The unwillingness of Kentucky law enforcement and judges to use GPS monitoring for abusers who violate protective orders continues to be disappointing. Even with the 2010 Amanda’s Law encouraging it, monitoring has been used only twice in the last three years, according to Herald-Leader reporter Jack Brammer.
The law resulted from the high-profile murder of Amanda Ross, shot by her ex-boyfriend, former state representative Steve Nunn. The case drew national attention and a cast much-needed spotlight on efforts to prevent domestic violence.
Advocates of the monitoring — which sends alerts to the abused and police when the abuser is within a court-determined distance — suggest there should be more education about the option, grants to help counties set up systems and even some tweaking of the law by legislators. At least 22 other states have laws allowing some version of GPS monitoring; some study of the best practices makes sense.
But Kentucky also needs to address engrained attitudes that restrictions — GPS monitoring and even confiscating guns from violators of protective orders — are somehow unfair to the abuser.
That attitude weakens Amanda’s Law, restricting GPS monitoring to those with “substantial” violations of a protective order — stalking, burglary or kidnapping, for example. By that time, judges are considering jail time for the violator and the victim could be dead.
Kentucky is among the 10 states with the highest rate of women killed by men, reports the Violence Policy Center in an analysis of FBI homicide data. In more than two-thirds of the cases, intimate partners did the killing.
Forty-five percent of Kentucky women will experience violence or stalking by an intimate partner, according to the Centers for Disease Control. Twenty-three percent will be stalked — one of the nation’s highest rates; 39 percent will be sexually assaulted, compared to the national rate of 36 percent.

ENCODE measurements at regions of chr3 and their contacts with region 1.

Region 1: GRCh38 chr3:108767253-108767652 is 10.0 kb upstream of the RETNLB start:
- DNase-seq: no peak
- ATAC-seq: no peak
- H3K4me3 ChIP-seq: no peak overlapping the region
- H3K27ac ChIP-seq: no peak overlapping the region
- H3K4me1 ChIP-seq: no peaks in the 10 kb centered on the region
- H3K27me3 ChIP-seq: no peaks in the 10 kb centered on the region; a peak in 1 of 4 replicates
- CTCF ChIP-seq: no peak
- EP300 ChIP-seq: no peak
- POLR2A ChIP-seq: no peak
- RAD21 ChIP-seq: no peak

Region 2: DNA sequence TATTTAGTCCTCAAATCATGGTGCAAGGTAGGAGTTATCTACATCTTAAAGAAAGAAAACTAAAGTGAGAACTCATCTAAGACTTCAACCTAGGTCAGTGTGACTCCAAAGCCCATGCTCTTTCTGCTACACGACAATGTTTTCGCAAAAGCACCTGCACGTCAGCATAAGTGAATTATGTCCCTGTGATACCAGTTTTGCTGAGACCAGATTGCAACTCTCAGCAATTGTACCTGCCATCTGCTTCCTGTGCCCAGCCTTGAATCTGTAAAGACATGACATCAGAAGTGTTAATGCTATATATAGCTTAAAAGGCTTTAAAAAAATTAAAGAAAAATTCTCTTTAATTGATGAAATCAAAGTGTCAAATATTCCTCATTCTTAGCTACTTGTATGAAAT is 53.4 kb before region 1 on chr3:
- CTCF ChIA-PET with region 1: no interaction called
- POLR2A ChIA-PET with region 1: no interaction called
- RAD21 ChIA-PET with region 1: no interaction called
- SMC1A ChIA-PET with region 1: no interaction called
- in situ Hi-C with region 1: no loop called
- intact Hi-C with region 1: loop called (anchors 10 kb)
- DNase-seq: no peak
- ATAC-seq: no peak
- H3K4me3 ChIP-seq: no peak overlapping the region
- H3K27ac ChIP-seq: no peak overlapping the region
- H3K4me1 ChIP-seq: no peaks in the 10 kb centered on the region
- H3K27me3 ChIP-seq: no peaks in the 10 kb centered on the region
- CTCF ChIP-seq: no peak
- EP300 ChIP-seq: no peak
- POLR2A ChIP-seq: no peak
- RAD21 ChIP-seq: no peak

Kentucky has made progress in addressing domestic violence in recent years, such as expanding legal protections to dating partners and allowing long-term survivors to break rental leases and add extra security to homes.
Removing guns would have significant impact in the deaths. Counties have the option of requiring the surrender of firearms when issuing emergency protective or domestic violence orders; it should be standard practice, reinforced by state law and oversight.
More than three-fourths of the time, guns are used in intimate-partner deaths. The presence of a firearm in domestic violence situations increases the homicide risk to women by 500 percent, according to research in the American Journal of Public Health.
At least 27 states have curtailed access to guns by domestic abusers; 17 require them to surrender guns, showing a nearly 10 percent lower rate in intimate-partner homicides, according to a Boston University study.
None of these efforts are panaceas. But we need to counter domestic violence on multiple fronts. It’s not just one couple’s problem; it’s part of the cycle of addiction, child abuse, homelessness and incarceration. It’s everybody’s business.